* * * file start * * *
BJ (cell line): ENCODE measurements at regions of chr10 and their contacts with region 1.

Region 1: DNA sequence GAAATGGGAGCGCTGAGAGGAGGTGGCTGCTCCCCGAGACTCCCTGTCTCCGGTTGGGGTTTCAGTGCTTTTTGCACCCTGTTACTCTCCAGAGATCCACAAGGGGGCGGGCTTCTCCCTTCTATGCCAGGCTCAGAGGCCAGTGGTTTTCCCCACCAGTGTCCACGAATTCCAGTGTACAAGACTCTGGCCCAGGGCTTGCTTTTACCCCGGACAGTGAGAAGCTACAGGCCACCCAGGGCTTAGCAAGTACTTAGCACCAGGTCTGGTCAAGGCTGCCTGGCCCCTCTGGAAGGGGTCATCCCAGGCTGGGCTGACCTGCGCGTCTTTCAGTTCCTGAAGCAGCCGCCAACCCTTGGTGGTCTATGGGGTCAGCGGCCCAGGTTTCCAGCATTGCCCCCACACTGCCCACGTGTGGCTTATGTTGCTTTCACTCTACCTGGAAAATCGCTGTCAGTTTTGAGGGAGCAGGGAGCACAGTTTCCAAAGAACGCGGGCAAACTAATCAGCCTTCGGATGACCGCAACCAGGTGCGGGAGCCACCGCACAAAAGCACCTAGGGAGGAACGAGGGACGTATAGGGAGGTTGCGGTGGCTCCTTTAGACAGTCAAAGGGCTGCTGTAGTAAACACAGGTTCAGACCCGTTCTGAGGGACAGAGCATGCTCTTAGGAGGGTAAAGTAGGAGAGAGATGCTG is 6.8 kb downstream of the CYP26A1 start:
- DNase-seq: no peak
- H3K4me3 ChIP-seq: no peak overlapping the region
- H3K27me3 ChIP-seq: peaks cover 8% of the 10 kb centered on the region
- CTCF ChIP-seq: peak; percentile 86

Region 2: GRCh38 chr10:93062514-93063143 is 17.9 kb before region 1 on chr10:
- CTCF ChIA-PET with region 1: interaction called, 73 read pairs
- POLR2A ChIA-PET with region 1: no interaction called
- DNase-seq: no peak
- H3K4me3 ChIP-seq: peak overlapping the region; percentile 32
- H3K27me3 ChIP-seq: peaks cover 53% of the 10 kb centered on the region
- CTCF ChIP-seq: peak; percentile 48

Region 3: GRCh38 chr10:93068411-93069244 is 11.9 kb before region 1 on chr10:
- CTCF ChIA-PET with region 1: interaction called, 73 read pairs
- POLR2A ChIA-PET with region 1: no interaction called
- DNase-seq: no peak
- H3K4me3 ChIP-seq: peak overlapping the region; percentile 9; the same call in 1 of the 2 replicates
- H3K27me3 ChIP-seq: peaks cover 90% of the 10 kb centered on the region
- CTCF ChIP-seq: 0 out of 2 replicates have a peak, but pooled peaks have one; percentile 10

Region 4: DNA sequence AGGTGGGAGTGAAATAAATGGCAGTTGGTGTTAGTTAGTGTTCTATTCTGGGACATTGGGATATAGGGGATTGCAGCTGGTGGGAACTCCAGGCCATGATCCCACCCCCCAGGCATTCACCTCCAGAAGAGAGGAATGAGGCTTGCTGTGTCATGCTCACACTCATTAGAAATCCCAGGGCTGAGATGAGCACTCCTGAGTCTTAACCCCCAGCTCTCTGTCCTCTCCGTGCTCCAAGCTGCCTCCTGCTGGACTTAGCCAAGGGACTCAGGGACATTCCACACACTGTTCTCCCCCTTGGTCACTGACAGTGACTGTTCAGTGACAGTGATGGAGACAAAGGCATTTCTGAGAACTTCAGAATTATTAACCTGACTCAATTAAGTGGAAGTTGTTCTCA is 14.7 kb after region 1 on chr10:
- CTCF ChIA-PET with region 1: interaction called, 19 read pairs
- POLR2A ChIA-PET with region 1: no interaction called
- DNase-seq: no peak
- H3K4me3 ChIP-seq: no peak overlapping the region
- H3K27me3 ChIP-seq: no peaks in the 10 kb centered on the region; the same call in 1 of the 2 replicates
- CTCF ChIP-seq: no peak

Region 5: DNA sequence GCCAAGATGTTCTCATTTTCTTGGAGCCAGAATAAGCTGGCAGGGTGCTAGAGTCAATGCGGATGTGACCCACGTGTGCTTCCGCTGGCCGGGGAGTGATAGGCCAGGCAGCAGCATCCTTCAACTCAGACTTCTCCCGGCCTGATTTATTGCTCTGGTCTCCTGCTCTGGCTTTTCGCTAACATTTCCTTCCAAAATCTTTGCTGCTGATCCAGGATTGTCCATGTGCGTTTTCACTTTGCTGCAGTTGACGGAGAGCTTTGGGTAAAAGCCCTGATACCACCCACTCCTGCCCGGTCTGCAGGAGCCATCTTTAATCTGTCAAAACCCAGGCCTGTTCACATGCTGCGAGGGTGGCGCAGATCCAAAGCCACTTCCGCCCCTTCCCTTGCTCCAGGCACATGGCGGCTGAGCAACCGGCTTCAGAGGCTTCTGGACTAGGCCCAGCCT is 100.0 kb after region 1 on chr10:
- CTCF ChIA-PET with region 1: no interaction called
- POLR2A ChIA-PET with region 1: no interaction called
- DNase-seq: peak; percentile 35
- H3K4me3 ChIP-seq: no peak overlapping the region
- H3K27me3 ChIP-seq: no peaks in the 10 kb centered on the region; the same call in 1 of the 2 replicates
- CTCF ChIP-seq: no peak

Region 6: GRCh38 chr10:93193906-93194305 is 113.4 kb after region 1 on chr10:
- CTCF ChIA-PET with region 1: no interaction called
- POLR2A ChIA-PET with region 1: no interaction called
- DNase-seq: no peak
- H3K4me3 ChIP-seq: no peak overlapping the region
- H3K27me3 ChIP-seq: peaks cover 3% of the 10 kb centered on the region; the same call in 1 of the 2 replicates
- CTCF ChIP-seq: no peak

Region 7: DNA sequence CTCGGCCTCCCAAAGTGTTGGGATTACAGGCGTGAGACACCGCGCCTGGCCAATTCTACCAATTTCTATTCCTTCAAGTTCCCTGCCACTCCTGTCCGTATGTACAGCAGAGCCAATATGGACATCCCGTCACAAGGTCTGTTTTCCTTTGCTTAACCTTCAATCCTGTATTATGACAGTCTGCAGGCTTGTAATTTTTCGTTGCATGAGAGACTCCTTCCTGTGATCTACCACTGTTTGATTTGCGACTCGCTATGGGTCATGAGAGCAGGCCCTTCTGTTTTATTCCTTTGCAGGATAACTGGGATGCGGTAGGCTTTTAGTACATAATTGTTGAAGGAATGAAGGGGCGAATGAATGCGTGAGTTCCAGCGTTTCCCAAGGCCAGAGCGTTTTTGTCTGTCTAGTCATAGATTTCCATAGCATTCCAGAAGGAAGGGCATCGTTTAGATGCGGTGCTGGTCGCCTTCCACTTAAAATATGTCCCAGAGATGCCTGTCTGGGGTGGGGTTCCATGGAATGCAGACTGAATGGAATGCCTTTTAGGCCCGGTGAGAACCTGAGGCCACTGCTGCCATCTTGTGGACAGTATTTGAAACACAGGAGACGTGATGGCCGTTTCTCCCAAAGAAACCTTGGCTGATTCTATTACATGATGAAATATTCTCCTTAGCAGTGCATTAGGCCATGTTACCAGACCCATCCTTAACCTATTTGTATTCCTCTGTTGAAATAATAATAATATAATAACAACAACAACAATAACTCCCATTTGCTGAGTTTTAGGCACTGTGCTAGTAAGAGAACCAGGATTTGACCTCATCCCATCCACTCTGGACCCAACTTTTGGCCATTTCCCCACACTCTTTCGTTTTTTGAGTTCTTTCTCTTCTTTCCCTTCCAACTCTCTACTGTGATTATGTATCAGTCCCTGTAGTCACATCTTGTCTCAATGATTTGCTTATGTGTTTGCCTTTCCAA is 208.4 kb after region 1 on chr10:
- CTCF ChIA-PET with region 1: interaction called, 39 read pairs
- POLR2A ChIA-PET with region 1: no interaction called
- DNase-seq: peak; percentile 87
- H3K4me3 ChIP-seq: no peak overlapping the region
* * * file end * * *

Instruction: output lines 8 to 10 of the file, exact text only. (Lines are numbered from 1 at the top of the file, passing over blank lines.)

- CTCF ChIA-PET with region 1: interaction called, 73 read pairs
- POLR2A ChIA-PET with region 1: no interaction called
- DNase-seq: no peak